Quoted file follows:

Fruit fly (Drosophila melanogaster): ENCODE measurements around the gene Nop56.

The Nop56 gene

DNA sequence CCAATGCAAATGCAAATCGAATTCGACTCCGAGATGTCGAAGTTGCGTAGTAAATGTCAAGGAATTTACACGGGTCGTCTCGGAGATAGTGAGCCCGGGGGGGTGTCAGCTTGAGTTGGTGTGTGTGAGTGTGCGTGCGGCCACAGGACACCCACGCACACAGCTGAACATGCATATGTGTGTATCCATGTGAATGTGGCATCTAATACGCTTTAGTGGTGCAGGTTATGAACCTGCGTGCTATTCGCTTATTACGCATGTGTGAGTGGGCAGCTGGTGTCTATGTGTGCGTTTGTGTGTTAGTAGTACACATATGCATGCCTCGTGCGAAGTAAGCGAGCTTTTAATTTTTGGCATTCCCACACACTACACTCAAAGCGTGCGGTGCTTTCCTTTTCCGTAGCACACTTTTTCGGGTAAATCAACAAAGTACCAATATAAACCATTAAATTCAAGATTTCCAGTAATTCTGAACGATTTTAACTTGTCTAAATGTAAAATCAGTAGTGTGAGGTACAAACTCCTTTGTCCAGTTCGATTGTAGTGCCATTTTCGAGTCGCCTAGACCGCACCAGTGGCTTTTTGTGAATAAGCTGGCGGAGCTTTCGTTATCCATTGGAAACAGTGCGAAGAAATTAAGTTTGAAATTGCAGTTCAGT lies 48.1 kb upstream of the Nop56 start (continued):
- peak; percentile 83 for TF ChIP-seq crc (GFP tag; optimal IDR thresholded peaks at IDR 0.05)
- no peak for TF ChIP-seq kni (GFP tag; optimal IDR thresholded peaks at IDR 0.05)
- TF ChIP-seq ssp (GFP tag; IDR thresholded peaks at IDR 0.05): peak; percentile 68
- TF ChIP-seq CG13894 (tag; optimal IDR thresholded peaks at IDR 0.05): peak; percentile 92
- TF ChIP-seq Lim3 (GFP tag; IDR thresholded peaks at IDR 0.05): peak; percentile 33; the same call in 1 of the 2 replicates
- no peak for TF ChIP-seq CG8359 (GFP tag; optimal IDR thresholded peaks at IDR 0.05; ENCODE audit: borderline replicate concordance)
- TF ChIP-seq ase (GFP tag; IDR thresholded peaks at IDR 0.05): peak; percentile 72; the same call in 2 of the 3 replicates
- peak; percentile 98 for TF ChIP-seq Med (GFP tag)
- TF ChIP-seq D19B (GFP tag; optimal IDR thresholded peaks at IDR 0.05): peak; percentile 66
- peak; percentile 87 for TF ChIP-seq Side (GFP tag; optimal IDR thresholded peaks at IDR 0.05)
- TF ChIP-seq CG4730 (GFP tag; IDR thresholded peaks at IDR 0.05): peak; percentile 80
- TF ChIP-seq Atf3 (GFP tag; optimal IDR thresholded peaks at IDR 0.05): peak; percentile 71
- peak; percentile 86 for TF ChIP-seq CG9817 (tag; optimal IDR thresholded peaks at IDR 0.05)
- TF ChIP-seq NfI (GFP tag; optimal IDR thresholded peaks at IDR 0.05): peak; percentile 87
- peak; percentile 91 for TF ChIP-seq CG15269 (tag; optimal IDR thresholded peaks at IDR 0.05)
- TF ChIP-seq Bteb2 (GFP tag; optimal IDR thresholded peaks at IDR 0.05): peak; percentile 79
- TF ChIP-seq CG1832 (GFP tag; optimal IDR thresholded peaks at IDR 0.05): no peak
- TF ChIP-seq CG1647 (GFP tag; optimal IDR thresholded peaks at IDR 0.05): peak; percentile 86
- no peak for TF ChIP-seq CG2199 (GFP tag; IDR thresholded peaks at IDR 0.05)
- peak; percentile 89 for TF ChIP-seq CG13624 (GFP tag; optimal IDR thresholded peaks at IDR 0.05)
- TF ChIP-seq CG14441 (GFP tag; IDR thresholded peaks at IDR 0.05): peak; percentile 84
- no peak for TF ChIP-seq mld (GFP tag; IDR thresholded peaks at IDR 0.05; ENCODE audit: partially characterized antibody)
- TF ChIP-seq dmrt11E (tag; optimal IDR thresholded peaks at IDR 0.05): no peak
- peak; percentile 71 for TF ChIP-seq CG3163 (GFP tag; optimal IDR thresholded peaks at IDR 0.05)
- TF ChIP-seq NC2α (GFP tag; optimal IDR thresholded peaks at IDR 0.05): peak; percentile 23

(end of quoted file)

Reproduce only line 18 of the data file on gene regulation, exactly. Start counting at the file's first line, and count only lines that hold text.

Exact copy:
- peak; percentile 91 for TF ChIP-seq CG15269 (tag; optimal IDR thresholded peaks at IDR 0.05)